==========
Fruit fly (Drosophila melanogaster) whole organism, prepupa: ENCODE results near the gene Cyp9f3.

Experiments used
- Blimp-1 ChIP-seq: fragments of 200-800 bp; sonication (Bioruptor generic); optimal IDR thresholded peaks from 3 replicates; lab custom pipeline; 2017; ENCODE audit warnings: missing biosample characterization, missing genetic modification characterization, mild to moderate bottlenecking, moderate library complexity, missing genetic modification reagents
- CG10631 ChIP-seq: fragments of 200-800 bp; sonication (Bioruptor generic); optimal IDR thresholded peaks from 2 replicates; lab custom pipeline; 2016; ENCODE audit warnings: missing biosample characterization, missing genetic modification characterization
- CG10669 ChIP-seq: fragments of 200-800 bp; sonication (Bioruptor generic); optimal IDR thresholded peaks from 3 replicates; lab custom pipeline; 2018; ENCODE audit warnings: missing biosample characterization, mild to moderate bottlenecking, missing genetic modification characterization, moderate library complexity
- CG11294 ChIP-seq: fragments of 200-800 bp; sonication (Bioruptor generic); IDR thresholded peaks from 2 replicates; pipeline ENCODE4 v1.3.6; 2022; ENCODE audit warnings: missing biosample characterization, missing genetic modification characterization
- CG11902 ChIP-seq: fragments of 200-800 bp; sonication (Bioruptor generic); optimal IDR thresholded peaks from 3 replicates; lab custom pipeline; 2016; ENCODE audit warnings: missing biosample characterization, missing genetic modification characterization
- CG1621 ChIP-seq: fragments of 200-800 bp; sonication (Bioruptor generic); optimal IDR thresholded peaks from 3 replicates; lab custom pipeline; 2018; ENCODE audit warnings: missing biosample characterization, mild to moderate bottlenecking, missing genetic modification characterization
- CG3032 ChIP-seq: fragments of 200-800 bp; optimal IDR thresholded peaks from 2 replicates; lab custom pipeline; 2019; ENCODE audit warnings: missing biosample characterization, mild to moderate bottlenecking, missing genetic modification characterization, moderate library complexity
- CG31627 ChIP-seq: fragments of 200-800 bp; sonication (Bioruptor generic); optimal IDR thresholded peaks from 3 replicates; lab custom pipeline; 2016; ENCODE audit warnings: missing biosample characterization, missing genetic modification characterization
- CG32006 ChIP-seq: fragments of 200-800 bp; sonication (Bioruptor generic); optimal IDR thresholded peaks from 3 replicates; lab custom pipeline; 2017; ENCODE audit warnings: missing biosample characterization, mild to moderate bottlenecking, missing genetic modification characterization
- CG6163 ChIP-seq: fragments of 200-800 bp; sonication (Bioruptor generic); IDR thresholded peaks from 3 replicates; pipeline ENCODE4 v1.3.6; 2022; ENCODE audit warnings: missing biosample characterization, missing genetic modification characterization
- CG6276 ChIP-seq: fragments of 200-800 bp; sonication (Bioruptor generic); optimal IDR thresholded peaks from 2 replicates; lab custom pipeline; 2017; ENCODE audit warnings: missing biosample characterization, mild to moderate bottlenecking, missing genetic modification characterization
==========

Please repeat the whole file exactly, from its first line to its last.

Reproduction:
Fruit fly (Drosophila melanogaster) whole organism, prepupa: ENCODE results near the gene Cyp9f3.

Experiments used
- Blimp-1 ChIP-seq: fragments of 200-800 bp; sonication (Bioruptor generic); optimal IDR thresholded peaks from 3 replicates; lab custom pipeline; 2017; ENCODE audit warnings: missing biosample characterization, missing genetic modification characterization, mild to moderate bottlenecking, moderate library complexity, missing genetic modification reagents
- CG10631 ChIP-seq: fragments of 200-800 bp; sonication (Bioruptor generic); optimal IDR thresholded peaks from 2 replicates; lab custom pipeline; 2016; ENCODE audit warnings: missing biosample characterization, missing genetic modification characterization
- CG10669 ChIP-seq: fragments of 200-800 bp; sonication (Bioruptor generic); optimal IDR thresholded peaks from 3 replicates; lab custom pipeline; 2018; ENCODE audit warnings: missing biosample characterization, mild to moderate bottlenecking, missing genetic modification characterization, moderate library complexity
- CG11294 ChIP-seq: fragments of 200-800 bp; sonication (Bioruptor generic); IDR thresholded peaks from 2 replicates; pipeline ENCODE4 v1.3.6; 2022; ENCODE audit warnings: missing biosample characterization, missing genetic modification characterization
- CG11902 ChIP-seq: fragments of 200-800 bp; sonication (Bioruptor generic); optimal IDR thresholded peaks from 3 replicates; lab custom pipeline; 2016; ENCODE audit warnings: missing biosample characterization, missing genetic modification characterization
- CG1621 ChIP-seq: fragments of 200-800 bp; sonication (Bioruptor generic); optimal IDR thresholded peaks from 3 replicates; lab custom pipeline; 2018; ENCODE audit warnings: missing biosample characterization, mild to moderate bottlenecking, missing genetic modification characterization
- CG3032 ChIP-seq: fragments of 200-800 bp; optimal IDR thresholded peaks from 2 replicates; lab custom pipeline; 2019; ENCODE audit warnings: missing biosample characterization, mild to moderate bottlenecking, missing genetic modification characterization, moderate library complexity
- CG31627 ChIP-seq: fragments of 200-800 bp; sonication (Bioruptor generic); optimal IDR thresholded peaks from 3 replicates; lab custom pipeline; 2016; ENCODE audit warnings: missing biosample characterization, missing genetic modification characterization
- CG32006 ChIP-seq: fragments of 200-800 bp; sonication (Bioruptor generic); optimal IDR thresholded peaks from 3 replicates; lab custom pipeline; 2017; ENCODE audit warnings: missing biosample characterization, mild to moderate bottlenecking, missing genetic modification characterization
- CG6163 ChIP-seq: fragments of 200-800 bp; sonication (Bioruptor generic); IDR thresholded peaks from 3 replicates; pipeline ENCODE4 v1.3.6; 2022; ENCODE audit warnings: missing biosample characterization, missing genetic modification characterization
- CG6276 ChIP-seq: fragments of 200-800 bp; sonication (Bioruptor generic); optimal IDR thresholded peaks from 2 replicates; lab custom pipeline; 2017; ENCODE audit warnings: missing biosample characterization, mild to moderate bottlenecking, missing genetic modification characterization